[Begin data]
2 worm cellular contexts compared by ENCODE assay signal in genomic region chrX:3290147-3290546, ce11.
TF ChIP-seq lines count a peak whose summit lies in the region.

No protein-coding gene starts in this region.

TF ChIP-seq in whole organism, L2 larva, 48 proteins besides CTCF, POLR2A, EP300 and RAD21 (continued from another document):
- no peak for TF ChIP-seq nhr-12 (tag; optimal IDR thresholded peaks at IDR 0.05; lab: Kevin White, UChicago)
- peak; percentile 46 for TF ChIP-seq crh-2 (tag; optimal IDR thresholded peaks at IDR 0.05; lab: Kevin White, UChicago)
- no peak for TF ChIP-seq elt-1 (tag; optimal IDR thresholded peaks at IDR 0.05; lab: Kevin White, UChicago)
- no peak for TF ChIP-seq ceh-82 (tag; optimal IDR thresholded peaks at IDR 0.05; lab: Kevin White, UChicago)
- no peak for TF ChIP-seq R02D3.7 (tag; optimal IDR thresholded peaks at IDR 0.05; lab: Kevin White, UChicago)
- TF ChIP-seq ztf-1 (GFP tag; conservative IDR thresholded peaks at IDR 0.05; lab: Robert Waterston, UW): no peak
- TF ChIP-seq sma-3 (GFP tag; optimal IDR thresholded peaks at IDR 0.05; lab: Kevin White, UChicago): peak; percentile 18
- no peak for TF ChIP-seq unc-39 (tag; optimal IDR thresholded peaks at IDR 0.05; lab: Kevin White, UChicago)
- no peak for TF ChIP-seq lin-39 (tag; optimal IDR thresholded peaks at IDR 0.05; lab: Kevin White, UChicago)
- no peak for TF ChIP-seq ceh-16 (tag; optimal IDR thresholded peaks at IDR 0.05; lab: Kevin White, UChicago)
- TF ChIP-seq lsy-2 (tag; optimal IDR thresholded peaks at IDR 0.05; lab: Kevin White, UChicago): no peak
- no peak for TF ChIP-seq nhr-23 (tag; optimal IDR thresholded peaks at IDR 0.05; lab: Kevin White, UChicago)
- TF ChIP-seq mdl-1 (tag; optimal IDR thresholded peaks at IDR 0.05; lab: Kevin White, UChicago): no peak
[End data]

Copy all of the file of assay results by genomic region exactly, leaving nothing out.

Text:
2 worm cellular contexts compared by ENCODE assay signal in genomic region chrX:3290147-3290546, ce11.
TF ChIP-seq lines count a peak whose summit lies in the region.

No protein-coding gene starts in this region.

TF ChIP-seq in whole organism, L2 larva, 48 proteins besides CTCF, POLR2A, EP300 and RAD21 (continued from another document):
- no peak for TF ChIP-seq nhr-12 (tag; optimal IDR thresholded peaks at IDR 0.05; lab: Kevin White, UChicago)
- peak; percentile 46 for TF ChIP-seq crh-2 (tag; optimal IDR thresholded peaks at IDR 0.05; lab: Kevin White, UChicago)
- no peak for TF ChIP-seq elt-1 (tag; optimal IDR thresholded peaks at IDR 0.05; lab: Kevin White, UChicago)
- no peak for TF ChIP-seq ceh-82 (tag; optimal IDR thresholded peaks at IDR 0.05; lab: Kevin White, UChicago)
- no peak for TF ChIP-seq R02D3.7 (tag; optimal IDR thresholded peaks at IDR 0.05; lab: Kevin White, UChicago)
- TF ChIP-seq ztf-1 (GFP tag; conservative IDR thresholded peaks at IDR 0.05; lab: Robert Waterston, UW): no peak
- TF ChIP-seq sma-3 (GFP tag; optimal IDR thresholded peaks at IDR 0.05; lab: Kevin White, UChicago): peak; percentile 18
- no peak for TF ChIP-seq unc-39 (tag; optimal IDR thresholded peaks at IDR 0.05; lab: Kevin White, UChicago)
- no peak for TF ChIP-seq lin-39 (tag; optimal IDR thresholded peaks at IDR 0.05; lab: Kevin White, UChicago)
- no peak for TF ChIP-seq ceh-16 (tag; optimal IDR thresholded peaks at IDR 0.05; lab: Kevin White, UChicago)
- TF ChIP-seq lsy-2 (tag; optimal IDR thresholded peaks at IDR 0.05; lab: Kevin White, UChicago): no peak
- no peak for TF ChIP-seq nhr-23 (tag; optimal IDR thresholded peaks at IDR 0.05; lab: Kevin White, UChicago)
- TF ChIP-seq mdl-1 (tag; optimal IDR thresholded peaks at IDR 0.05; lab: Kevin White, UChicago): no peak